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Local hatcheries are key to trout fishing in Minnesota


Fri, Sep 5th, 2003
Posted in Features

Editors note: The Minnesota DNR, in consultation with interested parties, have put together a ten-year plan for improving trout fishing in southeastern Minnesota. This includes increasing the numbers of trophy size trout by improving habitat and implementing new fishing regulations (see accompanying story). The plan includes specific guidelines for the use of hatchery-raised trout. The Journal asked Janette Dragvold to look at the Lanesboro and Peterson hatcheries, which have been a part of the local scene since the 1920s.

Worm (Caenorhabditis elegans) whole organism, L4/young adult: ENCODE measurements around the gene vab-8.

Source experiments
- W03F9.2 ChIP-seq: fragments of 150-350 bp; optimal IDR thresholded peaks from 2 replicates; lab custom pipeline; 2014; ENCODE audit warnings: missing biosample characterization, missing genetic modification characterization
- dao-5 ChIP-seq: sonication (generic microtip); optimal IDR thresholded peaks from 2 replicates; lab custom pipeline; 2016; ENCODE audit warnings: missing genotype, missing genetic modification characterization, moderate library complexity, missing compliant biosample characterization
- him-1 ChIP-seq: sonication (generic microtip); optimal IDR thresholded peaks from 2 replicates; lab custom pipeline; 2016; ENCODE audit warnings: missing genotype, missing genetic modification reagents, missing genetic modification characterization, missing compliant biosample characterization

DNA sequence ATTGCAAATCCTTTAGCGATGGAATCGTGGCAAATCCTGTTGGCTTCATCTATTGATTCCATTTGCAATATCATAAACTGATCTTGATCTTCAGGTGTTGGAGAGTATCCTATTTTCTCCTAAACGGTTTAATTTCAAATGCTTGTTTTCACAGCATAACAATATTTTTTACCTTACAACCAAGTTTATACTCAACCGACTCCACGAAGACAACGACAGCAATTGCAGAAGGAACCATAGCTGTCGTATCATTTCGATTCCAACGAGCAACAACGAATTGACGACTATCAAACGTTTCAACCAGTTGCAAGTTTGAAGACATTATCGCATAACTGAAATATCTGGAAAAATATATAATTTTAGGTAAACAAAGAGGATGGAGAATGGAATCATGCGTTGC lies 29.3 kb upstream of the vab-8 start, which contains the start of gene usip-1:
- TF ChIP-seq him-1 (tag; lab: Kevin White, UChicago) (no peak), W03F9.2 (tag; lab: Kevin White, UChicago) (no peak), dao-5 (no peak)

An increasingly common sight along the Root River and its tributary branches are people standing on the banks or in the water with a fishing pole in their han ds. Whether they want a fish fry for supper, a huge fish to add to their trophy collection, or are just part of the catch and release program, they all have one main goal in commonto catch fish. And in Southeastern Minnesota, trout are the main draw for anglers. While fishing is an important part of Minnesota culture, it is necessary to make sure that the fish arent over harvested. Thats where the State Fish Hatcheries come into play. Of the five State Hatcheries in Minnesota that raise cold water species, three of them are located in the Southeastern corner of the state. Crystal Springs State Fish Hatchery in Winona County raises lake trout, brook trout, rainbow trout and splake (which are a cross between lake trout and brook trout). The Peterson State Fish Hatchery raises lake trout for in-land lakes and splake. The Lanesboro State Fish Hatchery raises brown trout and rainbow trout. Cold water fish species need cold, well oxygenated, pollution-free water to live. The only reason were located here is because of the spring water, says Lee Peterson of the Peterson Hatchery. Both the Lanesboro and Peterson Hatcheries have been producing fish for quite a few years. Lanesboro started in 1925 on the site of an old grist mill, while Peterson began as a privately owned operation 1940, but was purchased by the state in 1988. Both of the facilities operating procedures are fairly similar, but there are a few differences because of the types of fish that they raise. Breeding and fish productionIn both hatcheries the fish are randomly picked out for breeding. However, every two years, members from the Peterson Hatchery have to go up north to capture wild adults to use as future brood stock. All of the fish eggs are fertilized by hand. In about four weeks the eggs will become eyed which means that the eyes of the baby fish can be seen. The eyed eggs go through different processes to separate the live eggs from the dead eggs. Usually only about 10%-15% of the eggs die. After the fish hatch they are called sac fry because they still have a yolk sac attached which feeds them for about three weeks. After their sac is used up the fish begin to swim around and are known as swim-up fry. When they reach this stage they need to start being fed. They are fed small amounts of fish feed consisting of fish meal protein, vegetable fat, vitamins, and minerals. As with most animals, the smaller the fish the more often it will need to eat, so they are fed 12-16 times per day by hand. Later on, they are fed mechanically over a 12 hour time period, but the larger they get the less frequently they are fed. Fish eight months to two years old are fed four to five times per day while brood stock are fed two to three times per day. Unlike most animals however, fish are very efficient when it comes to converting food to flesh. When the fish outgrow their holding tank half of them are moved to a different container to prevent overcrowding. You have to be careful that you dont overcrowd your fish or run them with too little water, says Ed Stork of the Lanesboro State Fish Hatchery. Disease prevention Having a large number of fish in one area makes the prevention of disease very important. To minimize the possibility of diseases, fish holding areas are cleaned frequently. Fingerling tanks are cleaned every day, seven days per week. Intermediate fish rearing containers are cleaned two to three times per week and the large fish raceways are cleaned once a week. The waste is run through a system similar to the slurry used on large dairy farms. Another way to help prevent disease is by insisting that all the employees use iodine to disinfect themselves before working in the indoor tank areas. If a disease does occur the fish are sent to the pathology lab to find out what the problem is and how it may be treated. When the fish are ready to be transported, they are loaded into a specially prepared tank truck. The water in the tank contains an anti-foaming agent, salt, and pure gaseous oxygen, which is administered into the water through oxygen diffuser stones. Electric agitators mix the oxygen and water while air scoops carry off carbon dioxide. With the tanks prepared in this way, it is possible for the trout to survive in the tank for 12 hours or more. This is necessary because a large majority of the fish are taken up to the northern part of the state. To keep track of fish populations in Southeastern Minnesota, streams are inventoried by using fish electro-shockers which momentarily stun the fish. This makes it easier for fishery workers to collect data such as lengths, weights, take scale samples and mark fish for various research purposes, such as monitoring their survival rate in the wild. An essential part of having a successful fish hatchery is the water quality. Since Southeastern Minnesota is full of sink holes and very porous rock it is important for the area fish hatcheries to know where their water comes from in case of accidental pollution. The area is in the process of mapping the ground water so that if a problem does occur, the hatcheries will be able to divert the contaminated water around the facility instead of through it to decrease fish casualties. All of these precautions wont help the hatcheries and their fish if the public doesnt do their part to ensure good water quality. We live in a very fragile and sensitive environment here in Southeastern Minnesota, says Stork. The health of our overall streams is ultimately dependent upon every individual that lives here. The quality of your trout fisheries is only going to be as good as your water quality. Both hatcheries have been doing well with their trout programs. Populating the different lakes and streams has been very successful. As of March 1st of this year the DNR has added more streams to its list of available fishing areas. More changes to the fishing rules and regulations are being discussed, but these are not clear and probably wont be implemented until 2005. Hatchery ToursFor people that are interested in learning more about the local fish hatcheries, visitors are always welcome. The Lanesboro State Fish Hatchery is open weekdays from 7 a.m. to 4:30 p.m. They offer guided and self-guided tours and also have an easy access fishing trail along Duschee Creek for novice fishermen, the elderly and the handicapped. The Peterson State Fish Hatchery is open weekdays from 7 a.m. to 3:30 p.m. Because they are still preparing their visitors area there are no self-guided tours but guided tours are available. They hope to have everything completed by this fall. Since fishing is a very popular sport in our state it is important that there are plenty of fish to keep a good environmental balance. The ultimate goal would be for all the fish populations to be able to be completely self-dependent. Until that time comes, the Lanesboro and Peterson State Fish Hatcheries will keep striving to produce a healthy and abundant supply of trout for Minnesotas many lakes and streams.Janette Dragvold can be reached at news@fillmorecountyjournal.com